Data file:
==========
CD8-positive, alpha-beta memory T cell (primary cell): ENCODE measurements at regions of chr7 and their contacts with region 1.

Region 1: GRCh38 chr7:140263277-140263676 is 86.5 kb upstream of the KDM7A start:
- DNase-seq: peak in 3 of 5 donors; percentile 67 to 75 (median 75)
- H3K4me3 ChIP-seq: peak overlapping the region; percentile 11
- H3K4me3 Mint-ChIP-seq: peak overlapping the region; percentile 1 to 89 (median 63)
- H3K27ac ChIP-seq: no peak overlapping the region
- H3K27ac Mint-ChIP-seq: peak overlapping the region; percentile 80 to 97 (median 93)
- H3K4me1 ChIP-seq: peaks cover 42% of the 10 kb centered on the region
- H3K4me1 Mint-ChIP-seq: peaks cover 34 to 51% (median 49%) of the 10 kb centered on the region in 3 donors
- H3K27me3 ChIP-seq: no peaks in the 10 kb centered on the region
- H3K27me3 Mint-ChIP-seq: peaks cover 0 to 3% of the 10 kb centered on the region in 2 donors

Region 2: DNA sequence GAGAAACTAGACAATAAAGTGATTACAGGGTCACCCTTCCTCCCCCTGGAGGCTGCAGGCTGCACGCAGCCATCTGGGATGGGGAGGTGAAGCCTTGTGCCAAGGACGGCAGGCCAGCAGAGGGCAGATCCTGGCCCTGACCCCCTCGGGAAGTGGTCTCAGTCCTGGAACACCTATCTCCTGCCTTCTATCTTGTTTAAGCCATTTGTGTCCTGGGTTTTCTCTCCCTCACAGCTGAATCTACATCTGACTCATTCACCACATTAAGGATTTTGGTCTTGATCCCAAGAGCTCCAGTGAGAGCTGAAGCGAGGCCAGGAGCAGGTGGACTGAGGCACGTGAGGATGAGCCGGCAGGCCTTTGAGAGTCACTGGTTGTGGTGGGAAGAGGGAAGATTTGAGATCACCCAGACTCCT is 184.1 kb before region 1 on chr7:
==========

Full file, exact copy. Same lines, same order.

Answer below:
CD8-positive, alpha-beta memory T cell (primary cell): ENCODE measurements at regions of chr7 and their contacts with region 1.

Region 1: GRCh38 chr7:140263277-140263676 is 86.5 kb upstream of the KDM7A start:
- DNase-seq: peak in 3 of 5 donors; percentile 67 to 75 (median 75)
- H3K4me3 ChIP-seq: peak overlapping the region; percentile 11
- H3K4me3 Mint-ChIP-seq: peak overlapping the region; percentile 1 to 89 (median 63)
- H3K27ac ChIP-seq: no peak overlapping the region
- H3K27ac Mint-ChIP-seq: peak overlapping the region; percentile 80 to 97 (median 93)
- H3K4me1 ChIP-seq: peaks cover 42% of the 10 kb centered on the region
- H3K4me1 Mint-ChIP-seq: peaks cover 34 to 51% (median 49%) of the 10 kb centered on the region in 3 donors
- H3K27me3 ChIP-seq: no peaks in the 10 kb centered on the region
- H3K27me3 Mint-ChIP-seq: peaks cover 0 to 3% of the 10 kb centered on the region in 2 donors

Region 2: DNA sequence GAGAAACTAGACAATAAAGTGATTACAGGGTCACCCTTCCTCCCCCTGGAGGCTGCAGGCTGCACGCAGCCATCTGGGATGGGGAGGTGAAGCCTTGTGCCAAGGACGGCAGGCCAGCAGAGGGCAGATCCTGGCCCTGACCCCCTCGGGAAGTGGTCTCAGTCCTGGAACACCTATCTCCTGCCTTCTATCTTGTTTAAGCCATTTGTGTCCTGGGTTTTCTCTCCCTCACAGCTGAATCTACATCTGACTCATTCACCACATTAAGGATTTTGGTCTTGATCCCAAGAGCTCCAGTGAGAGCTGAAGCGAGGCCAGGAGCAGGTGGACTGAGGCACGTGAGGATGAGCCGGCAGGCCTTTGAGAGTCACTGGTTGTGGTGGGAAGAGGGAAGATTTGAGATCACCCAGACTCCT is 184.1 kb before region 1 on chr7: